The earthmovers are at work on the occupied West Bank again, preparing ground for a new Jewish settlers, and as usual the diplomatic repercussions are expected to make more noise than the cacophony of the diesel engines.

The area being cleared for prefabricated civilian housing is near Nebi Salah, about nine miles northwest of Ramallah on the road to Tel Aviv.

Because of the diplomatic furor, it is likely that settlement activity in the occupied territories generally will be curtailed, although such a policy probably will not be announced by the government. Itis also just as likely that projects that were authorized six months ago - such as Nebi Salah - will go forward without interruption.

The United States has firmly maintined that all Israeli settlements in the occupied territories are illegal and an obstacle to peace. The Israeli goverment takes the position that Jews should be allowed to settle anywhere in the ancient biblical land of Israel, most notably in Judea and Samaria, the bibical names for the West Bank.

Local Arabs have complained bitterly that land being belongs to them, and reportedly they have produced documents showing they have paid taxes on the land to Jordon. The Israeli's, however, claim the land was always state-owned.

The Nebi Salah settlement cannot be considered a new venture, since it is one of six sites that the Israeli governments approved last September as part of a compromise with the Gush Emunim (faith bloc), the nationalistic organization dedicated to settling the West Bank territory captured from Jordan in 1967. Gush Emunim wanted 12 new settlements, and they were allowed to establish six. Settlers have been living in an old British police station next to the site now being prepared on land under the control of the Israel military.

The Nebi Salah settlement was among those which Foreign Minister Moshe Dyan discussed with President Carter in September, when Dayan reportedly assured Carter that the settlements would be restricted to Israeli military installations for the time being. There was some disagreement afterward whether Dayan had said this policy would remain in effect until the end of the year, or for one year.

Although the Israeli government refused to halt settlements on the West Bank, the Israeli Cabinet did decide in February not to begin any new settelemnts in the Sinai, which by then Israel had offered to return to Egyptian sovereignty in exchange for a peace treaty. The government said, however, that it would continue to beef up existing Sinai settlements. A recent Israeli television report said 270 more families would be moving into the northern Sinai in the summer. If this report is borne out, it will undoubtedly complicate relations between the U.S. and Israel.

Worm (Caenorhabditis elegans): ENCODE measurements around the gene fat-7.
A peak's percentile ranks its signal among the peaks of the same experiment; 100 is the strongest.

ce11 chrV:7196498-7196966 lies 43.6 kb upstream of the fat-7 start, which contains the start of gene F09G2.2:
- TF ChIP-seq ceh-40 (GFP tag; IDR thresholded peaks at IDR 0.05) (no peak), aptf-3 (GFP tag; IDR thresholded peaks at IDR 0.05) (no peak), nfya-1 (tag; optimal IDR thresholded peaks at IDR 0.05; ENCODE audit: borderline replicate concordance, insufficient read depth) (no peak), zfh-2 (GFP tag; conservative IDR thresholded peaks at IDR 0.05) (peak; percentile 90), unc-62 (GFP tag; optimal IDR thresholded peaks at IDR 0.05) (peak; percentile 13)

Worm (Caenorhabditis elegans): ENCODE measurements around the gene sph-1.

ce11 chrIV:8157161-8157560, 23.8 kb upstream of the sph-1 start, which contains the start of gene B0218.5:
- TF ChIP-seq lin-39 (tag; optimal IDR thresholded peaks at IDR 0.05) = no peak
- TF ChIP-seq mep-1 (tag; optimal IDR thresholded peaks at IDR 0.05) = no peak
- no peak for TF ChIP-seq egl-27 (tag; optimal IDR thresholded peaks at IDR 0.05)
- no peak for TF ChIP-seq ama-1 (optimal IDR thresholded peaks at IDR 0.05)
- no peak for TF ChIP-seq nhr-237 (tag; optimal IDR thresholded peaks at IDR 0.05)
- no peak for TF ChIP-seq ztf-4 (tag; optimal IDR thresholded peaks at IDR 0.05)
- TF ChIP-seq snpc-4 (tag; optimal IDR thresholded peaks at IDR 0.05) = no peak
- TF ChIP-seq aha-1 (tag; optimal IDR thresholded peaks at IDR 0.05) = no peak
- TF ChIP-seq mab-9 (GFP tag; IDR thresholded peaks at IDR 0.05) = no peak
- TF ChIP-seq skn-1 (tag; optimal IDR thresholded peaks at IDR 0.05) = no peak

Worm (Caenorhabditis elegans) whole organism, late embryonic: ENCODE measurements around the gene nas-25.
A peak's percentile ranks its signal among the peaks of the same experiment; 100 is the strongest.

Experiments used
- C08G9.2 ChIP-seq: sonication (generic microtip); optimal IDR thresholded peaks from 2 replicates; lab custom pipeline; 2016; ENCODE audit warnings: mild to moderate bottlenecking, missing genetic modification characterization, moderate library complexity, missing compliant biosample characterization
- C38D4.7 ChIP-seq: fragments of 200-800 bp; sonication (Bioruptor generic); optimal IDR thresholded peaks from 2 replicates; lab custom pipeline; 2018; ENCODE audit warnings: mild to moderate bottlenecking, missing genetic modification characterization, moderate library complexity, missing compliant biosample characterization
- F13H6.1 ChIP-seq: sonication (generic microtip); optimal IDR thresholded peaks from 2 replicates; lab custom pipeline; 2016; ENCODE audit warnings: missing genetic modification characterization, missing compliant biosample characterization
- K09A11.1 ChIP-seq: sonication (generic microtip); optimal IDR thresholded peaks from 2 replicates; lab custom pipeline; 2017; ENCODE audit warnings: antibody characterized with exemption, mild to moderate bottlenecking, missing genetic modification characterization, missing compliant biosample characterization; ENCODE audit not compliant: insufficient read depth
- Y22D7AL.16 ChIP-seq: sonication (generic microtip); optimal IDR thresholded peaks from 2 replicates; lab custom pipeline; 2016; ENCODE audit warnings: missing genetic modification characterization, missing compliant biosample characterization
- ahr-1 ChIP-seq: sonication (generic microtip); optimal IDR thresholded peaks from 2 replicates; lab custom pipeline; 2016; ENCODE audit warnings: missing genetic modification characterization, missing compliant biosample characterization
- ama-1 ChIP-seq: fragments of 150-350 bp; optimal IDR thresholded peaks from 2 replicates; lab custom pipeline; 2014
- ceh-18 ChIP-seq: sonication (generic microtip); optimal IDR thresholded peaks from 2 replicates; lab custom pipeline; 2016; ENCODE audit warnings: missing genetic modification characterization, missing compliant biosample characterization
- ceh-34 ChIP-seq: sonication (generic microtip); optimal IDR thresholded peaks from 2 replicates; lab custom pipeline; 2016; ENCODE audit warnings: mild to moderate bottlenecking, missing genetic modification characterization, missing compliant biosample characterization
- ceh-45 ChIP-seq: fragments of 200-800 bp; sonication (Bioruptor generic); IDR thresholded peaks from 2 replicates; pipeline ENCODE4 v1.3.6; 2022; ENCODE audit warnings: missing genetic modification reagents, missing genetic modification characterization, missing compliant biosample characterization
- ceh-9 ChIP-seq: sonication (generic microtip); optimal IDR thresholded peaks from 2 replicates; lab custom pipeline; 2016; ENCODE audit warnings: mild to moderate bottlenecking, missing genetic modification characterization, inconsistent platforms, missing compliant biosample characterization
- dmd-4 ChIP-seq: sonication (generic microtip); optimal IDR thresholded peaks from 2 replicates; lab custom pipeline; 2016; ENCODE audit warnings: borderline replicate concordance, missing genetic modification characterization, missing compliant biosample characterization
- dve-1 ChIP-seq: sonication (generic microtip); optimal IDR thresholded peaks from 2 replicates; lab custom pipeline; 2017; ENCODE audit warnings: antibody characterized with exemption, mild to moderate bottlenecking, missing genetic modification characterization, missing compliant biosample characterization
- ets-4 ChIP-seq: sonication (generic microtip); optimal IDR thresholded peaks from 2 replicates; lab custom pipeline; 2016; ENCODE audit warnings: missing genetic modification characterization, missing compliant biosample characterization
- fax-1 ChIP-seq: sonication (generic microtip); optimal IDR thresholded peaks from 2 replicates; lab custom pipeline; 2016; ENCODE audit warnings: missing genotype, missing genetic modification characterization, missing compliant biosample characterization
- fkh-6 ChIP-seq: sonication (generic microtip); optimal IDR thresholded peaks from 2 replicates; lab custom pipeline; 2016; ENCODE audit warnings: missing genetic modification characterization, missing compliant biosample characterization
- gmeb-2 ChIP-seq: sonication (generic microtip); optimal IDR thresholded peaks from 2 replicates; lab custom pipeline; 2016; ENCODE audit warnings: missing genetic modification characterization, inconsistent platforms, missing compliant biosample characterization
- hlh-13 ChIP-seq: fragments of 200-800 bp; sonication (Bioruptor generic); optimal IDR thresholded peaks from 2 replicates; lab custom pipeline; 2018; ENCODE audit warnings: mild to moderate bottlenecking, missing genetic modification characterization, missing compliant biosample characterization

Construction the Nebi Salah site was about to begin early last month when Defense Minister Ezer Weizman was in the United States and Prime Minister Menacham Begin was about to leave Israel for his talks with Carter. In a now famous telephone call to Begin, Weizman insisted that no land clearing operations start while he was in America.Weizman later denied that he threatened to resign, but he did admit that *the "put his foot down quite hard."

But Weizman's objection was connected more to the fact that he was in the middle of delicate talks with the United States, rather than any objection to the Nebi Salah settlement, which had already been approved by the government. Last week, therefore, Weizman lifted the temporary ban and land clearing began.

In spite of the work on the Nebi Salam project, there is some evidence to suggest that Israel may be restricting its settlement policy in occupied territories. There has been a long-standing dispute between Weizman, who believes that settlement activity should be curtailed during negotiations with the Egyptians, and Agricultural Minister Ariel Sharon, who believes that the occupied territories should be colonized as quickly as possible.

According to the authoritative newspaper Haaretz, the government recently decided to refer all decisions concerning new settlement including the date of settling, the sites and the expansion of existing settlements - to the Ministerial Defense Committee. Previously, the establishment of newsettlements has been decided by the Cabinet, but other questions relating to settlements were within the purview of Sharon's Settlement Committee.

The paper quotes a "senior government source" as saying "this is tantamount to a reduction in the powers of Ariel Sharon in the matter of settlements."

The prime minister's issued a statement saying there was "no foundation" to the report that Sharon'sauthority over settlements had been curbed. But, when asked, officials took pains not to deny the main thrust of the story that the Ministerial Defense Committee had been given added authority.

Given that the Ministerial Defense Committee has representatives from all coalition faction, it is likely that the net effect will be to curb settlement activity and that Sharon has, in fact, lost ground.

It has been hinted privately that both Washington and Cairo have been informed that Israel intends to go slow on settlements in the interest of peace, just as long as negotiations are in Progress.

Prime Minister Begin, in a recent interview, said that he had never said such a thing because negotiations were an opened-ended affair that might take years. If he had made such a promise, and if Israel then wanted to go ahead with a new settlement, it would be tantamount to declaring that negotiations were over, Begin said, and Israel would never be put in a position of saying that negotiations were at an end.